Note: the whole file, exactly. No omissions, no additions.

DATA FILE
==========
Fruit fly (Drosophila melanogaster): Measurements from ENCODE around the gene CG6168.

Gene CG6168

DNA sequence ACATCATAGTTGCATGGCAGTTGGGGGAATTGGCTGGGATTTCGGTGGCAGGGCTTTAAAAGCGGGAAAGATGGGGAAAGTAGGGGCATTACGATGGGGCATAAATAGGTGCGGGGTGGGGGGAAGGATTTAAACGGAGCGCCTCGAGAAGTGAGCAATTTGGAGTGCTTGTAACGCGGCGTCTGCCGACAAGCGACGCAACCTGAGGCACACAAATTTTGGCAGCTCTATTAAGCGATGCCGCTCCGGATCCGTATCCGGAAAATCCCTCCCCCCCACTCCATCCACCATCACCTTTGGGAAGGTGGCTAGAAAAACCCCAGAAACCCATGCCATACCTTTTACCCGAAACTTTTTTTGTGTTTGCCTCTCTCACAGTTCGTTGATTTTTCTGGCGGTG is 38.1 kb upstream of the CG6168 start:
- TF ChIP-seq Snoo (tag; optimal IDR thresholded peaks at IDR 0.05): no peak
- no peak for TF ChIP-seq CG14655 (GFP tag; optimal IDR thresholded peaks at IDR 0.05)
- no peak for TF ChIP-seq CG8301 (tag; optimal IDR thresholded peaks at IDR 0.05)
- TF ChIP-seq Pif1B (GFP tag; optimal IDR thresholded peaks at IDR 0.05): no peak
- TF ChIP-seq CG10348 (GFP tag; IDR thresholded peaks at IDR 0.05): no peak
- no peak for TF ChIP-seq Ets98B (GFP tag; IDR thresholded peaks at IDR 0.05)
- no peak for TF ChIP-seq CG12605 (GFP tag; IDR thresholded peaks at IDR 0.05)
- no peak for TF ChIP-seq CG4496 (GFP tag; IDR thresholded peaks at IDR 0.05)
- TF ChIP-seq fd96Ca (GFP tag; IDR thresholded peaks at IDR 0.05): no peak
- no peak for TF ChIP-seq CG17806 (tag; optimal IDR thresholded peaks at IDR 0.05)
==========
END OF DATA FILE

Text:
Fruit fly (Drosophila melanogaster): Measurements from ENCODE around the gene CG6168.

Gene CG6168

DNA sequence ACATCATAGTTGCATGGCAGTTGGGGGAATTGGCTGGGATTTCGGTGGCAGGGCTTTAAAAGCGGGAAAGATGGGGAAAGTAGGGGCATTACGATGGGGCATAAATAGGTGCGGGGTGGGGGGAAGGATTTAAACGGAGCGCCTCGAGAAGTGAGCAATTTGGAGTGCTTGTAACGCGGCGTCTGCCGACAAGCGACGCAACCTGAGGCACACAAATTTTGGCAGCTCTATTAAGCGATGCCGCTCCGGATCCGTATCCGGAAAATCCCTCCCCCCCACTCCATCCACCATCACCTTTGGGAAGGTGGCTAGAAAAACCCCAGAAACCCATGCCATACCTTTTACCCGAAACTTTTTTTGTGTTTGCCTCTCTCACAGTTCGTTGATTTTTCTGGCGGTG is 38.1 kb upstream of the CG6168 start:
- TF ChIP-seq Snoo (tag; optimal IDR thresholded peaks at IDR 0.05): no peak
- no peak for TF ChIP-seq CG14655 (GFP tag; optimal IDR thresholded peaks at IDR 0.05)
- no peak for TF ChIP-seq CG8301 (tag; optimal IDR thresholded peaks at IDR 0.05)
- TF ChIP-seq Pif1B (GFP tag; optimal IDR thresholded peaks at IDR 0.05): no peak
- TF ChIP-seq CG10348 (GFP tag; IDR thresholded peaks at IDR 0.05): no peak
- no peak for TF ChIP-seq Ets98B (GFP tag; IDR thresholded peaks at IDR 0.05)
- no peak for TF ChIP-seq CG12605 (GFP tag; IDR thresholded peaks at IDR 0.05)
- no peak for TF ChIP-seq CG4496 (GFP tag; IDR thresholded peaks at IDR 0.05)
- TF ChIP-seq fd96Ca (GFP tag; IDR thresholded peaks at IDR 0.05): no peak
- no peak for TF ChIP-seq CG17806 (tag; optimal IDR thresholded peaks at IDR 0.05)